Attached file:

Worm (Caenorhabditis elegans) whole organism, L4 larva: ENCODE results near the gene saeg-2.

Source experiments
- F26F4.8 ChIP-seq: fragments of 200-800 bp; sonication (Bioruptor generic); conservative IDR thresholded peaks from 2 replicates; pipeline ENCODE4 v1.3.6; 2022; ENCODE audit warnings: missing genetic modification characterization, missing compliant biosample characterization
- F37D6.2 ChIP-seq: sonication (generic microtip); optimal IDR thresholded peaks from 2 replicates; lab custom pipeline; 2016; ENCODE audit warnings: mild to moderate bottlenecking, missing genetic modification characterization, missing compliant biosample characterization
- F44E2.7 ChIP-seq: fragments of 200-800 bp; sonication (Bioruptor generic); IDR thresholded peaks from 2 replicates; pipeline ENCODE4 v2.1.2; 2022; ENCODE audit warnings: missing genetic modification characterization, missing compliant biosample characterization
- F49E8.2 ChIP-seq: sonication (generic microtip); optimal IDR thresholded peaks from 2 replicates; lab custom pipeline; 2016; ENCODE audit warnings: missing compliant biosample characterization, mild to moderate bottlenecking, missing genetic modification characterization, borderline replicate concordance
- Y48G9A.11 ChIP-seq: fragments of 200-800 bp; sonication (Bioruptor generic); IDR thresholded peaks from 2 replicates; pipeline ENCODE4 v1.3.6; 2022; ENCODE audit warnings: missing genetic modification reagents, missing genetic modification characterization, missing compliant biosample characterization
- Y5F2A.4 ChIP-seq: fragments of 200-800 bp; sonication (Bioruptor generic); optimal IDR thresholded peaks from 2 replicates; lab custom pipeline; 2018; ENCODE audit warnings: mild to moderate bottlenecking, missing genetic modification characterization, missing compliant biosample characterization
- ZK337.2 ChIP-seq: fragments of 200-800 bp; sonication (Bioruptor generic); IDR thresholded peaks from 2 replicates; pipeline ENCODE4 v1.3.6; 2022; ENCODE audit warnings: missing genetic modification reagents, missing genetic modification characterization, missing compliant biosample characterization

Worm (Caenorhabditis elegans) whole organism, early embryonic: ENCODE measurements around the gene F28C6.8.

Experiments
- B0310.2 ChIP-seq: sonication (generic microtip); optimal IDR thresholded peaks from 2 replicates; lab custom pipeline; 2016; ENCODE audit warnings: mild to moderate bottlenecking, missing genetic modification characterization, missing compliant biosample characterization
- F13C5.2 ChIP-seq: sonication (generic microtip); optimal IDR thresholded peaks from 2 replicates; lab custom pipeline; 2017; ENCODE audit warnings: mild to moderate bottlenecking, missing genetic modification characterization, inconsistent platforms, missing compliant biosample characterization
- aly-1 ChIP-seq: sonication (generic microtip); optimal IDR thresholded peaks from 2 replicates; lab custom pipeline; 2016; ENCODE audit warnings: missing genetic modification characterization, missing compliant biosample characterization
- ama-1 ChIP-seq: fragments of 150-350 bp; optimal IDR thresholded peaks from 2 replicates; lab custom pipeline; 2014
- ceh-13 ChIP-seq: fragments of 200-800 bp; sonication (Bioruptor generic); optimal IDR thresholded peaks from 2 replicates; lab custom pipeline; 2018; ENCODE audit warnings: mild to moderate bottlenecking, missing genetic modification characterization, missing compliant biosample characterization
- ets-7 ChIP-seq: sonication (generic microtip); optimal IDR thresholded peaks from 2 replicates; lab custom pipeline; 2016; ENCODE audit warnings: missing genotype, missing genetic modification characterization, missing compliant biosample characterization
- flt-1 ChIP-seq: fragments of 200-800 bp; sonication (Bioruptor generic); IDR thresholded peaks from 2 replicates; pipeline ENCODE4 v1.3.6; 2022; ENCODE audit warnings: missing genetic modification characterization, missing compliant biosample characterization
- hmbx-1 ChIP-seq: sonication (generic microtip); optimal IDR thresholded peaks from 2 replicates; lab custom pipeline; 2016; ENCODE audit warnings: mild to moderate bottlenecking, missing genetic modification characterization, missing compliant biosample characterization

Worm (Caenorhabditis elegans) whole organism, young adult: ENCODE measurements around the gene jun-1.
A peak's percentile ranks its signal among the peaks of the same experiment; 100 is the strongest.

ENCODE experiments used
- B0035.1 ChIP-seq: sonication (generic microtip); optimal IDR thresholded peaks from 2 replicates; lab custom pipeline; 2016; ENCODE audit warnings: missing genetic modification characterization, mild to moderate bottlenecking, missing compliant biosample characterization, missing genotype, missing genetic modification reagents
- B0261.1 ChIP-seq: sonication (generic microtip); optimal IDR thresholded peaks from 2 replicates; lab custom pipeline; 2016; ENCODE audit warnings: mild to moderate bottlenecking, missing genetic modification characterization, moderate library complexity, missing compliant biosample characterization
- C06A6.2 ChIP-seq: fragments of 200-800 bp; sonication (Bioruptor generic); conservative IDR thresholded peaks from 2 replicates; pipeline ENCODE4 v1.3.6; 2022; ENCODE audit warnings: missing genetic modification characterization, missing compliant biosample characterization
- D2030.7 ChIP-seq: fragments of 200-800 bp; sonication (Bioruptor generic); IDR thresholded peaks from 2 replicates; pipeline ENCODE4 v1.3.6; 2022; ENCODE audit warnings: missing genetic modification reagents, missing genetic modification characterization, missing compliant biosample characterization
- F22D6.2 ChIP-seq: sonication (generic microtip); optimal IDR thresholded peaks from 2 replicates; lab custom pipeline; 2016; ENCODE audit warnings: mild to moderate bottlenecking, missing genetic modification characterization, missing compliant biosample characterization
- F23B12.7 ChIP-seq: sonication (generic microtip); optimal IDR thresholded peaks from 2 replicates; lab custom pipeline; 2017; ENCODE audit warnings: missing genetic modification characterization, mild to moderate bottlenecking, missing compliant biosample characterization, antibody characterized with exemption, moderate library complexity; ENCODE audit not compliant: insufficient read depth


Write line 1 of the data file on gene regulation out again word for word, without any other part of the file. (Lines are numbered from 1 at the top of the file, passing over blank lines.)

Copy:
Worm (Caenorhabditis elegans) whole organism, L4 larva: ENCODE results near the gene saeg-2.